This leads me to my second consideration, monitoring. Monitoring tools are a non-negotiable element for any technical team embarking on the mobility path. These tools need to be implemented from the very beginning of the initiative and reviewed daily, weekly and monthly. Sadly, these tools are often introduced into an infrastructure after a problem has occurred. While timely, this approach is very costly from a dollar and time perspective. With this approach time is lost implementing the tools, critical historical data is unavailable, and reliance on external expertise is required. The internal network team is usually sitting on the sidelines left trying to pick up as much knowledge as possible while staying out of the way. Because there is no historical data available, this usually means the team is left waiting for the next “occurrence” to surface. As already stated, the world of mobility is very dynamic in nature, technology teams need to implement tools that position them to be proactive rather than reactive. Trending and forecasting tools are another area of monitoring often times overlooked or undervalued and facilitate the migration from reactive to proactive. With the proper trending and forecasting tools installed on the proper equipment, technology teams can reliably identify growth trends, areas of concern and geographical utilization. Armed with this type of information technology teams can proactively predict when the infrastructure and bandwidth needs of the district will need to be increased or potential trouble spots. More importantly having this type of information actually gives the technology team time. Rather than reacting to expansion, utilizing trending information allows the internal technology team time to negotiate with vendors often times leading to significant cost reductions allowing the cost savings to be spent on other infrastructure needs of the department. Identifying potential trouble spots allows the technology team to address issues before they surface and impact classrooms.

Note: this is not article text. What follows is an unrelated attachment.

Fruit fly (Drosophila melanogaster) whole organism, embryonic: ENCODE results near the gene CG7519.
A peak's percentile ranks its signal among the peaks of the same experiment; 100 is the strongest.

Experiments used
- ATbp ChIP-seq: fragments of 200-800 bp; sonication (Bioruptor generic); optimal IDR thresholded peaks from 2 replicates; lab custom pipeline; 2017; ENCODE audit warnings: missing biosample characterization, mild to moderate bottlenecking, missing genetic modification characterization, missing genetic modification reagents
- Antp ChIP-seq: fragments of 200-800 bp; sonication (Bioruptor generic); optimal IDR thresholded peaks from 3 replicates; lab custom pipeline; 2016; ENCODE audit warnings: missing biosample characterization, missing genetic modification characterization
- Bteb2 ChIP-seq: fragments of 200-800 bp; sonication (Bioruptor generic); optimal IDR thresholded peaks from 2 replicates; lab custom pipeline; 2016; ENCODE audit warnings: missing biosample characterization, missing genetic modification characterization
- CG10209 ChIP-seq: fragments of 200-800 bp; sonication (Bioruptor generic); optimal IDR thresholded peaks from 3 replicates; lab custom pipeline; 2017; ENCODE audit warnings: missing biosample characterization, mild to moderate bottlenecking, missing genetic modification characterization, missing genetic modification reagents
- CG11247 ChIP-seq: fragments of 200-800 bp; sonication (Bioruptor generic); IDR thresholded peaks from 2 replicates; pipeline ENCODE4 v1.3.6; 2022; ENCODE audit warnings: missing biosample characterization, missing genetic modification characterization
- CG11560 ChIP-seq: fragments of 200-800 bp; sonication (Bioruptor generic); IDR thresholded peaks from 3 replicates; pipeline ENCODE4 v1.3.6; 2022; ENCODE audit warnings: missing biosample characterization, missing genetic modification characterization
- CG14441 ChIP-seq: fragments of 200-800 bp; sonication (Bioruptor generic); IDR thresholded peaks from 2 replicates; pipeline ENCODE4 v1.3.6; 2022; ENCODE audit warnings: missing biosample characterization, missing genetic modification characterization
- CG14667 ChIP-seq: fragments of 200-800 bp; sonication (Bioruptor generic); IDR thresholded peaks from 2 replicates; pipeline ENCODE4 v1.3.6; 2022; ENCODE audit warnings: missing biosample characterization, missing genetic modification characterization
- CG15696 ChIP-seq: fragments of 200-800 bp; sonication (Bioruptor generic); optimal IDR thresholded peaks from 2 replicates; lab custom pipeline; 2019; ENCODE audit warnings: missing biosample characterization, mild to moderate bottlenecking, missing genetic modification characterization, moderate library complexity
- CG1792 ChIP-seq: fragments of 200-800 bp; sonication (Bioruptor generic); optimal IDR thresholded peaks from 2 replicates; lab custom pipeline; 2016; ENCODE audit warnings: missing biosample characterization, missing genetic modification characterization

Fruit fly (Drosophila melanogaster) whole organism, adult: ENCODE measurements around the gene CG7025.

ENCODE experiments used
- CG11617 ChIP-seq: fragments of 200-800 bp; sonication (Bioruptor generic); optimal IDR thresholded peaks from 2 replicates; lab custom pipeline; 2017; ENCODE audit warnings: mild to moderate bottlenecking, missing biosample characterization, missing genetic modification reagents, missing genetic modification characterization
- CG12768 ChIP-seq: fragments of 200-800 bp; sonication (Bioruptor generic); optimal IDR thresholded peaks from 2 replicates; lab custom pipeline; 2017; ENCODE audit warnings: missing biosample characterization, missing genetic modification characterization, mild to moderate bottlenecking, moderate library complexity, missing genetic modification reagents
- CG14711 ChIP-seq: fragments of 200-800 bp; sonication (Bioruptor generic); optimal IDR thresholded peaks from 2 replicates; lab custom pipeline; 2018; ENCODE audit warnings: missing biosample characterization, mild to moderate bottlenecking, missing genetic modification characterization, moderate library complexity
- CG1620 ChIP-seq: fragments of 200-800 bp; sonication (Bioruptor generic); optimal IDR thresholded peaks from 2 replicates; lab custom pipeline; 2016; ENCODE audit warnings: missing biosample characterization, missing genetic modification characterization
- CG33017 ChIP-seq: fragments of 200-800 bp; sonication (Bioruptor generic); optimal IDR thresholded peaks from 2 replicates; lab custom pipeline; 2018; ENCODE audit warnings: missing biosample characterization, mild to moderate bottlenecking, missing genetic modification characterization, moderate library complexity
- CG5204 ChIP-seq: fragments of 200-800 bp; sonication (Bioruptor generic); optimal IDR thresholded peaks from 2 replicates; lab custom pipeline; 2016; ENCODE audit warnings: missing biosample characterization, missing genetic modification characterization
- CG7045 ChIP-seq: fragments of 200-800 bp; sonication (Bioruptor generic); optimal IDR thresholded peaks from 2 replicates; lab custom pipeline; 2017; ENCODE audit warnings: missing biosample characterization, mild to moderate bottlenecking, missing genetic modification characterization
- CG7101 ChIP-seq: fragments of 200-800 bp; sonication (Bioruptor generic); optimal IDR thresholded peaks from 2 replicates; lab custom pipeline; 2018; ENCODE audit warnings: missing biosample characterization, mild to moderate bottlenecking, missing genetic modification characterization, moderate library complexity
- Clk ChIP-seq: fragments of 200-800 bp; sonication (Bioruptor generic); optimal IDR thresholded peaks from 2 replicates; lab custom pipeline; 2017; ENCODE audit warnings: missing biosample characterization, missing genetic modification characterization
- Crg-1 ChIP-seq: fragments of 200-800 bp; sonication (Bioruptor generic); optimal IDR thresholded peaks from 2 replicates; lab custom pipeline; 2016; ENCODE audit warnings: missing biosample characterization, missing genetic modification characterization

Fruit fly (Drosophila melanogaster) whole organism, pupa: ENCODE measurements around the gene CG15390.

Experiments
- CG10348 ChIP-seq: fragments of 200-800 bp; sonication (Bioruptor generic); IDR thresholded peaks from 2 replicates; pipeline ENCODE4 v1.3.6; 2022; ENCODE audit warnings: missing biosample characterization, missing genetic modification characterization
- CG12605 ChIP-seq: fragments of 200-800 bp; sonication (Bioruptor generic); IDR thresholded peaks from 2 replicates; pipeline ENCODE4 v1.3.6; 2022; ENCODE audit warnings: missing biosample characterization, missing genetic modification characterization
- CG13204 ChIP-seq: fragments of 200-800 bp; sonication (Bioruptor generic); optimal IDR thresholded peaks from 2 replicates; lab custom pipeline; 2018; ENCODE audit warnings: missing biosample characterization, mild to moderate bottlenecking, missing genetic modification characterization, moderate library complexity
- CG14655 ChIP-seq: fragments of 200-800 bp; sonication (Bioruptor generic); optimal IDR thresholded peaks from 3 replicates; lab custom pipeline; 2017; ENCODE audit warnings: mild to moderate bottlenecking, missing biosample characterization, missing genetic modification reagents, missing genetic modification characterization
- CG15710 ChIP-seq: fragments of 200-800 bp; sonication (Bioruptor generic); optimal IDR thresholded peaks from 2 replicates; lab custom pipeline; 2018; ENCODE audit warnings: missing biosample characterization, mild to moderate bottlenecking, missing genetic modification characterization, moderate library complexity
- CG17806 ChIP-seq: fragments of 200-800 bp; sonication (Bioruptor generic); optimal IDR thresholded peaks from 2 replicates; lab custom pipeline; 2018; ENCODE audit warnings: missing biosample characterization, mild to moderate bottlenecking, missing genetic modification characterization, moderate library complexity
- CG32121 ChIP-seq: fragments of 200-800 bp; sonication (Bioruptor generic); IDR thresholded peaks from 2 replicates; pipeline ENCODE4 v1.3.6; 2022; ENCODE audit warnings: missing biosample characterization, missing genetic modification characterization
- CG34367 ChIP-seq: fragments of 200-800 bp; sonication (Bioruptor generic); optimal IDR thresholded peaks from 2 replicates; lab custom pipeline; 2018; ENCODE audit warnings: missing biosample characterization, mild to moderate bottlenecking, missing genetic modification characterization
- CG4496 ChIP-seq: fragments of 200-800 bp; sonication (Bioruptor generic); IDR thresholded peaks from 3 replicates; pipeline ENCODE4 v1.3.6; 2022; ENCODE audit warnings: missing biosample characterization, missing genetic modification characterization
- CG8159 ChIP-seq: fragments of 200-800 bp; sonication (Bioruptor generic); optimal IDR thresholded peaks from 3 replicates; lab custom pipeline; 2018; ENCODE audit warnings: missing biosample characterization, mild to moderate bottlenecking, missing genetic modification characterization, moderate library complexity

This leads me to my third and last consideration, training. Technology teams can have the best infrastructure, the best monitoring, but without the proper training it will be for nothing. It still amazes me that organizations are willing to spend millions of dollars to build a robust infrastructure and yet spend very little on employee training. It is important to understand the world of mobility is a new frontier requiring new skill sets. Repurposing of staff will be a necessity and is a very emotional and personal process. In order for repurposing to be the most beneficial, a thorough understanding of roles and responsibilities and individual competencies must be well defined. Technology leaders must spend time talking with staff about the impact a mobility strategy will have on their current support models and the impact of old roles versus new roles. Spending time explaining to employees ‘why ‘ their role is changing is very important. Often time’s leaders jump to ‘how’ an employee’s role is changing without explaining why, this leads to confusion, push-back and resistance. Once the employees clearly understand why and what they will be doing the training strategy can begin. This training can be a combination of formal, on-line, OJT (On The Job) or through knowledge transfer with external consultants assisting, either way it must be planned. Finally, this training must include process methodology. Process methodology really focuses on what is monitored, how often it is monitored, how often it is reviewed, who reviews and what reports are/can be created. Armed with this information the technical team can develop the internal processes that best meets the needs of the team.